4 December 2013

Isaiah 43:1-13

"I have called you by name, you are mine" (v. 1)


In today's passage we are reminded that the one and only God, who both created and then redeemed them, has not forgotten them but instead now calls them by name (verse 1).

Therefore there is no need to be frightened about the political turmoil around them. God is working through this to ensure God's own people are gathered back in their homeland.

The concept of redemption is one we are less familiar with today, but at the time these words were written the Jewish legal system was based around the principle that it was up to the individual who was wronged, or their family, to bring a person to justice. For instance, if a person became so poor that they had to sell their land or even themselves in to slavery, then the next of kin (the redeemer), if they had the ability, was charged with maintaining family honour by stepping in to buy the land or the family member back. They were redeemed and restored to where they rightly belonged.

Isaiah describes God as the redeemer of Israel. God had created, called and chosen her. She belonged to God and now that Israel was captive it was God's responsibility to buy her back, in this case by offering Egypt and Ethiopia as a ransom (verse 3). Although it was Cyrus who allowed the Jewish exiles to return home it was his son Cambyses who conquered Egypt in 525 BC. But this was all part of God's work because of God's great love (verse 4). It also has clear parallels with what the Gospel writers thought God was doing in Jesus Christ (eg John 3:16).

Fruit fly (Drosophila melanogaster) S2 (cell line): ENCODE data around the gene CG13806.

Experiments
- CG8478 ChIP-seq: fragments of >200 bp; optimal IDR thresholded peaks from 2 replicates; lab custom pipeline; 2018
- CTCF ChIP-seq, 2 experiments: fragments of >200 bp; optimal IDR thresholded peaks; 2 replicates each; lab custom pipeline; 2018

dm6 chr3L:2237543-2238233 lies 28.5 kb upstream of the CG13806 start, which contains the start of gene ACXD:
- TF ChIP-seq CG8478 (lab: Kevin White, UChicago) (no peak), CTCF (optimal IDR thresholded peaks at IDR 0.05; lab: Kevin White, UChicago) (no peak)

This passage ends with one of the clearest statements yet of monotheistic belief. No god can be made (verse 10) and no god can save people other than the God of Israel (verse 11). Even Cyrus the Great, the pre-eminent ruler of the age, acted according to God's divine plan, and all the nations of the world will see that for themselves (verse 9).

To Ponder

  • Does the concept of redemption cause difficulties for Christians in our society? Why?
  • God calls us all in different ways and to different tasks. Listen for God's call to you today.
  • Meditate on these words: "Do not fear, for I am with you" (v. 5).

Bible notes author

Dr Richard Vautrey

Richard Vautrey is a local preacher and church steward in Leeds, and a former vice-president of the Methodist Conference. He works as a GP, is an elected member of both the BMA council and Royal College of GPs council as well as being the deputy chair of the BMA's GP committee.